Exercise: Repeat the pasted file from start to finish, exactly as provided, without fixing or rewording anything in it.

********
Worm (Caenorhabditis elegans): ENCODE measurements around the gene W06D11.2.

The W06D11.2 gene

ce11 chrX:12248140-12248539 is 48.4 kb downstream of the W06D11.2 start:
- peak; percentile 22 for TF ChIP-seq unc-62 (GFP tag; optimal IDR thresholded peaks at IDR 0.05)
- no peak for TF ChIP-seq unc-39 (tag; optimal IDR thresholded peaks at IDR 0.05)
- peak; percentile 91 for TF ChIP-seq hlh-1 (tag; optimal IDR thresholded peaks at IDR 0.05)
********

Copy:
Worm (Caenorhabditis elegans): ENCODE measurements around the gene W06D11.2.

The W06D11.2 gene

ce11 chrX:12248140-12248539 is 48.4 kb downstream of the W06D11.2 start:
- peak; percentile 22 for TF ChIP-seq unc-62 (GFP tag; optimal IDR thresholded peaks at IDR 0.05)
- no peak for TF ChIP-seq unc-39 (tag; optimal IDR thresholded peaks at IDR 0.05)
- peak; percentile 91 for TF ChIP-seq hlh-1 (tag; optimal IDR thresholded peaks at IDR 0.05)